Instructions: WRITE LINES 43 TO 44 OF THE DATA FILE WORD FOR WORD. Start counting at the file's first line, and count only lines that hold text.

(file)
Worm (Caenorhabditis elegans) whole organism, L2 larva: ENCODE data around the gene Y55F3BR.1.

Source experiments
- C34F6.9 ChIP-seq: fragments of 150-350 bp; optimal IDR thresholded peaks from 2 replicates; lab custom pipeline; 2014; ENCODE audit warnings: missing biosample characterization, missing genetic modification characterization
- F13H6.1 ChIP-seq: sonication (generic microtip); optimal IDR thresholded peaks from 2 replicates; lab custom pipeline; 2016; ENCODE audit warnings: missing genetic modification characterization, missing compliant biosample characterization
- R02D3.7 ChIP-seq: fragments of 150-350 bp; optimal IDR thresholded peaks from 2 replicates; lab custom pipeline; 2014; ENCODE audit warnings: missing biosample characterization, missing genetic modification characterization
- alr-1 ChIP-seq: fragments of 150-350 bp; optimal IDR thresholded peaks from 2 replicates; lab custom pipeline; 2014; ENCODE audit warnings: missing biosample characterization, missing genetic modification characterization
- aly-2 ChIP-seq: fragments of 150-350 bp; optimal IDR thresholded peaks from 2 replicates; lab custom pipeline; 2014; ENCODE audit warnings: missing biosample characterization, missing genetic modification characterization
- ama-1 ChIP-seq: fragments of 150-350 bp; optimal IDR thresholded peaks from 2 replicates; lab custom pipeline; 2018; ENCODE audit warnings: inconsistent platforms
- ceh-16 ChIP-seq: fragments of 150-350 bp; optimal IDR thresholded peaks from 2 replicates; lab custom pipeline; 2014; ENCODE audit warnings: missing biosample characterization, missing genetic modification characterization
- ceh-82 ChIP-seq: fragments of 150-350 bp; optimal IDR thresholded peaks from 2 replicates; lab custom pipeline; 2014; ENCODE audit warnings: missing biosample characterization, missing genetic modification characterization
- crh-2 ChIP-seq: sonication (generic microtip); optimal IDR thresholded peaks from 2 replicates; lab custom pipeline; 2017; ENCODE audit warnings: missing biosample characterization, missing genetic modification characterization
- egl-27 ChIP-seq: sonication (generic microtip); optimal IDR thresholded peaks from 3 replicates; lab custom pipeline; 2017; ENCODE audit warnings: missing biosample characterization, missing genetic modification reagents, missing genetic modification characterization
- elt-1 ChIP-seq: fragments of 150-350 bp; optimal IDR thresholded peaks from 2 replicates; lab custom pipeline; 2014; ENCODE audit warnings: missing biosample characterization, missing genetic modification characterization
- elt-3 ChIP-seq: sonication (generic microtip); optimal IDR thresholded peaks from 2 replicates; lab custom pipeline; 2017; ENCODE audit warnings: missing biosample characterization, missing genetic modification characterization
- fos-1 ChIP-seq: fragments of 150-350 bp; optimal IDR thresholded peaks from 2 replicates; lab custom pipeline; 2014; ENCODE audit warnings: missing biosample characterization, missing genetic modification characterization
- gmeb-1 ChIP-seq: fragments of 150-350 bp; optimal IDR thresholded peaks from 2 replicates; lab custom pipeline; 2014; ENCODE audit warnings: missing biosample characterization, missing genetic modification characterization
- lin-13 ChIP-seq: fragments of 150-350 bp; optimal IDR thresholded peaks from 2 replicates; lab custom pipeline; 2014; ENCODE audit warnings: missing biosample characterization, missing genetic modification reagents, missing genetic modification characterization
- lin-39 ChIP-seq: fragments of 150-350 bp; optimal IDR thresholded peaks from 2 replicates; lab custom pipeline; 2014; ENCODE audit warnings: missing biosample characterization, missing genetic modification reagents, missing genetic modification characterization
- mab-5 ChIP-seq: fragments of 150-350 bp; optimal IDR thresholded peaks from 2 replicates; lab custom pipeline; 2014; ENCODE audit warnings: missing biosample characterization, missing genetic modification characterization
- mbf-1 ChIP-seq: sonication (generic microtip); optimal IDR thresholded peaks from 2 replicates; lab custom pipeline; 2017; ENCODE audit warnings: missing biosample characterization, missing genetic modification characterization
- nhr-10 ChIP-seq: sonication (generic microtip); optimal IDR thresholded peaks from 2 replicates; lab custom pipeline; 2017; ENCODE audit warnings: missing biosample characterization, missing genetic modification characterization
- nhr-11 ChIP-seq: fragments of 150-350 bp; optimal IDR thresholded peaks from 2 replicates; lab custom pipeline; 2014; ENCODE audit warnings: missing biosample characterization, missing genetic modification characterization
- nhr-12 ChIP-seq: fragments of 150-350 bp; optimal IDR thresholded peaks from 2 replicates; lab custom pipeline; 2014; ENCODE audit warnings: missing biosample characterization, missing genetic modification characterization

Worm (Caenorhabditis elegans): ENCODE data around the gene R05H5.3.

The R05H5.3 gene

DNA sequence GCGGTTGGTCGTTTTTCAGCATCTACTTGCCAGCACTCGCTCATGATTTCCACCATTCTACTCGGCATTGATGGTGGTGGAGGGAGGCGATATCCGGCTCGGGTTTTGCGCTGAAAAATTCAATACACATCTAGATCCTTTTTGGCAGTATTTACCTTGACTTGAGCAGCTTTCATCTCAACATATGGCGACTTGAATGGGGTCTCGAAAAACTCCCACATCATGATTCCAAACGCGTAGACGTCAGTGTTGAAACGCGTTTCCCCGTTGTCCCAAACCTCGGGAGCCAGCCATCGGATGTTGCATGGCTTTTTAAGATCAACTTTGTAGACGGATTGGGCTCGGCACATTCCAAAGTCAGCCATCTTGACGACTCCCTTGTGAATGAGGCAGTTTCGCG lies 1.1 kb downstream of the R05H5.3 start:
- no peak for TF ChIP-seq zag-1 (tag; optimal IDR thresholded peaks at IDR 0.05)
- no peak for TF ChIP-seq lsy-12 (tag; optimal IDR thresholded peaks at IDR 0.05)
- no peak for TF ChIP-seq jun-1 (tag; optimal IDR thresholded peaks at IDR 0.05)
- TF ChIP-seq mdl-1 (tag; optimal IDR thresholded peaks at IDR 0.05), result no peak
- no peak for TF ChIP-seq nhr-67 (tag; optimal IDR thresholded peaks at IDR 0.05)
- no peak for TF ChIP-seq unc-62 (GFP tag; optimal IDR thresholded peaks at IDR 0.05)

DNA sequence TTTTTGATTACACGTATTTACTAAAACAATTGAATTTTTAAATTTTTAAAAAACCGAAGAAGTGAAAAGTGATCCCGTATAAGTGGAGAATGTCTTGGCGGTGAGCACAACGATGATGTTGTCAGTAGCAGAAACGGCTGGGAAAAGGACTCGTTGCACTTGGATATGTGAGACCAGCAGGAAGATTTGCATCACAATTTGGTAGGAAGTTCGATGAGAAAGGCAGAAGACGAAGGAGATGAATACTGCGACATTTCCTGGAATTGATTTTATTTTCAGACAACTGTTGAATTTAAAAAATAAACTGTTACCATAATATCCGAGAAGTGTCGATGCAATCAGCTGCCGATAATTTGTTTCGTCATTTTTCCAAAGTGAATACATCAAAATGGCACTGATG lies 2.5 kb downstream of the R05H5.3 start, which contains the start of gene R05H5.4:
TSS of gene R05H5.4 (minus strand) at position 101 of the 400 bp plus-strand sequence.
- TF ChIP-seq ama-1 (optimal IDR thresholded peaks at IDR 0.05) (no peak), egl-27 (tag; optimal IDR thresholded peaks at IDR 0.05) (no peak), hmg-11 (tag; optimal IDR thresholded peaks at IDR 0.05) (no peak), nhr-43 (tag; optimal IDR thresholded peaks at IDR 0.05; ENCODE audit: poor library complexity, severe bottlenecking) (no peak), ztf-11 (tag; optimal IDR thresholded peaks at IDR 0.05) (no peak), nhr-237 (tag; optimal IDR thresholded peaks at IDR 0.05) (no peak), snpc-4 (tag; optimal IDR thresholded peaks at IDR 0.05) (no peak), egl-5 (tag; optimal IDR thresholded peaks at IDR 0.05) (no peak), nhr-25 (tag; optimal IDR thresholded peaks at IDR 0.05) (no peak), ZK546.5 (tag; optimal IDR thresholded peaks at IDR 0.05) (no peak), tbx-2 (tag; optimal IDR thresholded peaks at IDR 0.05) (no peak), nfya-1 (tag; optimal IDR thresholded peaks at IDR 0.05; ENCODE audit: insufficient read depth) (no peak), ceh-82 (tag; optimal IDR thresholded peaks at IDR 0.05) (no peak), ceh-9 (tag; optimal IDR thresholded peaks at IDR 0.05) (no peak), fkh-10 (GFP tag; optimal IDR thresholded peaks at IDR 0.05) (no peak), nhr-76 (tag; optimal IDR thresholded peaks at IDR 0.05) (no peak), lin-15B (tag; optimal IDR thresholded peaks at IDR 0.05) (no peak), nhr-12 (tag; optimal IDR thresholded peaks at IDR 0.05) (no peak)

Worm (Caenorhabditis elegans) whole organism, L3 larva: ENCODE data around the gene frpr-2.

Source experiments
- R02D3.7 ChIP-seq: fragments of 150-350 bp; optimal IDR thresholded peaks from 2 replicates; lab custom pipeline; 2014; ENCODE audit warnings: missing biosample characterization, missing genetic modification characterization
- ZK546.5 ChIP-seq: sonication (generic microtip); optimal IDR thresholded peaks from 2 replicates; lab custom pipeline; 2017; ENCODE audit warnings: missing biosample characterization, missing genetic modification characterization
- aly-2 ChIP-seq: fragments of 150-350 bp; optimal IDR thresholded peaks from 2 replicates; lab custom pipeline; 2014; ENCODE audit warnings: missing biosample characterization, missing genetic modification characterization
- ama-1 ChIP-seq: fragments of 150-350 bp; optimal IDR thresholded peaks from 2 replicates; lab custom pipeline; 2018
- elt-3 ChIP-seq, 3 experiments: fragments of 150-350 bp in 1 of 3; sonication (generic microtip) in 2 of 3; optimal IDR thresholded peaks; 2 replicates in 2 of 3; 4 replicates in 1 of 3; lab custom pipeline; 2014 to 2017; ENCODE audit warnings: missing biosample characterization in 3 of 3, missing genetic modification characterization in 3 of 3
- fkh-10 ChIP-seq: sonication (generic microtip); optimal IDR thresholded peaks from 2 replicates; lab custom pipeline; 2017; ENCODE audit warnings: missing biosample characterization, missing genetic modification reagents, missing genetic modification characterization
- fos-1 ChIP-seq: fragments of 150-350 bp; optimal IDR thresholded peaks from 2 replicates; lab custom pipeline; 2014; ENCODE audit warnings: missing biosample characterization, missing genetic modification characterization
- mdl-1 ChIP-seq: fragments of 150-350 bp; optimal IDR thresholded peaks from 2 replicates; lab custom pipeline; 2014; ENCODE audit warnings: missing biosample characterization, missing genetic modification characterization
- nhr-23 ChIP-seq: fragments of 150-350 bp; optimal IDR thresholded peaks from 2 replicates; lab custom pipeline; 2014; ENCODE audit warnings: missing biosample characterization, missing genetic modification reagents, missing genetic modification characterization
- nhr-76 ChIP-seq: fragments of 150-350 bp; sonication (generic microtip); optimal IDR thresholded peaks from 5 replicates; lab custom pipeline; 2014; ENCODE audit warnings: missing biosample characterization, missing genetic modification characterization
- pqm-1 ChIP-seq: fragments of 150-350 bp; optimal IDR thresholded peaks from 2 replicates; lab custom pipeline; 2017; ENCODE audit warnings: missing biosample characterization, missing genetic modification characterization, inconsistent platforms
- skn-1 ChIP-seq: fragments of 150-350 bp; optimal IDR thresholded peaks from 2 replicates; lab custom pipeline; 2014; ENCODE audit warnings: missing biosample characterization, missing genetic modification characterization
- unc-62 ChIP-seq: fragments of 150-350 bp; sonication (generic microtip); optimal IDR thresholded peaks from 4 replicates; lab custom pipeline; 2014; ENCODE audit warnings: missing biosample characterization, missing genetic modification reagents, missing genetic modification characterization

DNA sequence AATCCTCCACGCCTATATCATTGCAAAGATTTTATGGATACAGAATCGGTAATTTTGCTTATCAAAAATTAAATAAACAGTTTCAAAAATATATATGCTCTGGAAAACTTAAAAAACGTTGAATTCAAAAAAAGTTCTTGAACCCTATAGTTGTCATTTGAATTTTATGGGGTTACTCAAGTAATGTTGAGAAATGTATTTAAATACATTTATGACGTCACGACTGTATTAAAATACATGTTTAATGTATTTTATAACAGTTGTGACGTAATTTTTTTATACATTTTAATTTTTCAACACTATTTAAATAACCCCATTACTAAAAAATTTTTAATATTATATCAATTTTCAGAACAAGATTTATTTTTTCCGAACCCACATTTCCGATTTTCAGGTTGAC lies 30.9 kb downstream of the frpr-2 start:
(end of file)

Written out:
- fkh-10 ChIP-seq: sonication (generic microtip); optimal IDR thresholded peaks from 2 replicates; lab custom pipeline; 2017; ENCODE audit warnings: missing biosample characterization, missing genetic modification reagents, missing genetic modification characterization
- fos-1 ChIP-seq: fragments of 150-350 bp; optimal IDR thresholded peaks from 2 replicates; lab custom pipeline; 2014; ENCODE audit warnings: missing biosample characterization, missing genetic modification characterization